KZ: And finally; Iran has just assumed the 3-year presidency of theNon-Aligned Movement. What’s your viewpoint about the role thismovement can play in the international level? How can it effectivelycontribute to world developments and help with the establishment of anew world order?
CM: Like other similar global and regional organisations, the effectiveness of the Non-Aligned Movement (NAM) is hampered to a great extent by its internal ideological diversity. We should therefore be realistic about our expectations of NAM.
Nonetheless, as NAM Chairman, Iran can utilise its leadership position to at least initiate some meaningful changes. It should work hand in hand with Venezuela which will assume the chair after Iran’s three year term. This is a great opportunity for the two countries that share manycommon aspirations vis-a-vis the international system to set a new tone for NAM over a six year period.
What are some of the goals that NAM can pursue?
A) NAM can take a strong moral position against speculation in the international financial system and mobilise global public opinion against this vice. It should apply pressure against the centres of speculative capital such as London and New York.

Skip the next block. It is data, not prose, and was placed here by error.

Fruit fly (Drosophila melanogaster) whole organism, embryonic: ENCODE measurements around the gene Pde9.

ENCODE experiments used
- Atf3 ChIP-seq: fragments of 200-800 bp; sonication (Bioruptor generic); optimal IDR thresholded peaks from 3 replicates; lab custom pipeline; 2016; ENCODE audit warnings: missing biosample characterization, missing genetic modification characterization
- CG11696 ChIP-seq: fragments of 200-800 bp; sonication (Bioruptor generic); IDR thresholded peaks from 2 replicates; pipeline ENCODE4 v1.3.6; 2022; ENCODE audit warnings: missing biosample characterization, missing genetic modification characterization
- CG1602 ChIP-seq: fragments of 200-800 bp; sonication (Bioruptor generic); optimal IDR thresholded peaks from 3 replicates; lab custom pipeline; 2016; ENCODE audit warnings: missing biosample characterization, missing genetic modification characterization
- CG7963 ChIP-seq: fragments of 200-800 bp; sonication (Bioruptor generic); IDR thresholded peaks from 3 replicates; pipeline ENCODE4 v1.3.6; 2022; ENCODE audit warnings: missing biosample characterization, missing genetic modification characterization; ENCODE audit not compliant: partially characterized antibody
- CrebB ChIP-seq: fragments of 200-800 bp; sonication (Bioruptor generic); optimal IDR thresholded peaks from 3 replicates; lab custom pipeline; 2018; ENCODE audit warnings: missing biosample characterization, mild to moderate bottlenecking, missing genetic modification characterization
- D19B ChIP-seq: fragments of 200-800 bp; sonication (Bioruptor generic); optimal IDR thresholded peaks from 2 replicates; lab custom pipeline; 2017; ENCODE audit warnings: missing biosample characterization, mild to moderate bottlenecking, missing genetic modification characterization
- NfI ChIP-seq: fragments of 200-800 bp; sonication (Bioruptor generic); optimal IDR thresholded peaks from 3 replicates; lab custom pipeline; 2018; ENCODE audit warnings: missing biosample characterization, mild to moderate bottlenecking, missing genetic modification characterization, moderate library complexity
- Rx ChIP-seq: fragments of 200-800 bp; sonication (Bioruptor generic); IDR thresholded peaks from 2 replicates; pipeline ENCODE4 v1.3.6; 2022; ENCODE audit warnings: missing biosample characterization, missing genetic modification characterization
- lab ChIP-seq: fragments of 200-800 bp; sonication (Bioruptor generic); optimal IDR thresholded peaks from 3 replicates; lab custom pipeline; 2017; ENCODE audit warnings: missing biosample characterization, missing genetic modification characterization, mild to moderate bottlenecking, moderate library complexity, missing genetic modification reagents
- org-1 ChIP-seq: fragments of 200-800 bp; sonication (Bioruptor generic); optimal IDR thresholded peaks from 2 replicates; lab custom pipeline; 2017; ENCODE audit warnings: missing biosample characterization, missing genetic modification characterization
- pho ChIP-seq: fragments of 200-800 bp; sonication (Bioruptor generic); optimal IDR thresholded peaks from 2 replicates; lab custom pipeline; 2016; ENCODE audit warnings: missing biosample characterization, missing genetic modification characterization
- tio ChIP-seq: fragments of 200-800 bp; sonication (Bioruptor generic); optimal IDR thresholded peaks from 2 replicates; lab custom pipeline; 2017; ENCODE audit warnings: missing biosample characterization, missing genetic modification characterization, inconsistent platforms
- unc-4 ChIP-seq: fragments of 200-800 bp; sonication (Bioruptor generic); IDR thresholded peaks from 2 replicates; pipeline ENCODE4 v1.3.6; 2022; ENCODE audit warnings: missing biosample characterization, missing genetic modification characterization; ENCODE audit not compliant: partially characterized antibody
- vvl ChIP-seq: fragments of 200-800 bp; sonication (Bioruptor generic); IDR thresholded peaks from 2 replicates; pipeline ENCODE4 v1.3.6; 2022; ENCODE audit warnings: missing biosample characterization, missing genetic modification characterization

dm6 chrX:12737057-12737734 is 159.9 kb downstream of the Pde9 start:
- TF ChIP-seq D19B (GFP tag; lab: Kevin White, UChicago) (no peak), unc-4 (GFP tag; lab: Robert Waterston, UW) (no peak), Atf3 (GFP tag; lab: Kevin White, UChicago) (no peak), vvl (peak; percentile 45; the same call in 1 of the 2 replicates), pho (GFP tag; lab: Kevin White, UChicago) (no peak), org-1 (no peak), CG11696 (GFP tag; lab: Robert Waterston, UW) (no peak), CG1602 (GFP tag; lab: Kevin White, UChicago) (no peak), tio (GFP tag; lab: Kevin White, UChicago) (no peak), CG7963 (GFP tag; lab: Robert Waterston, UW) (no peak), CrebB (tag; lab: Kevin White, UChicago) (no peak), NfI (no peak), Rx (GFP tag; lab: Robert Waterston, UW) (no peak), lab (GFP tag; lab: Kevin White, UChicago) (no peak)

B) NAM should also call for the stabilisation of global food prices. Here again it should target speculators whose immoral activity is responsible for perhaps 20 % of the rise in food prices in recent months. At the same time, NAM should encourage member states to adopt concrete measures to increase food production.
C) NAM should also focus upon the global environmental crisis and explore ways and means of dovetailing development to the larger goal of ecological harmony.
D) NAM should also lend support to efforts undertaken by various groups and individuals in different parts of the world, including Dr. Mahathir Mohammad, the former Prime Minister of Malaysia, to eliminate war as a means of resolving inter-state and intra-state conflicts.
E) NAM should commence serious discussions within the movement on the underlying spiritual and moral values that are essential for the evolution of a just, compassionate civilisation that is free of global hegemony, gross inequalities, glaring social injustices, and religious bigotry. It is only when the underlying values conduce towards justice and compassion that a new civilisation will emerge capable of enhancing human dignity and protecting the integrity of creation.
Kourosh Ziabari is an award-winning Iranian journalist and media correspondent. In 2010, he received the national medal of Superior Iranian Youth from President Mahmoud Ahmadinejad for his media activities. He writes for Global Research, Counter Currents, Tehran Times, Iran Review and other publications across the world. His articles and interviews have been translated in 10 languages.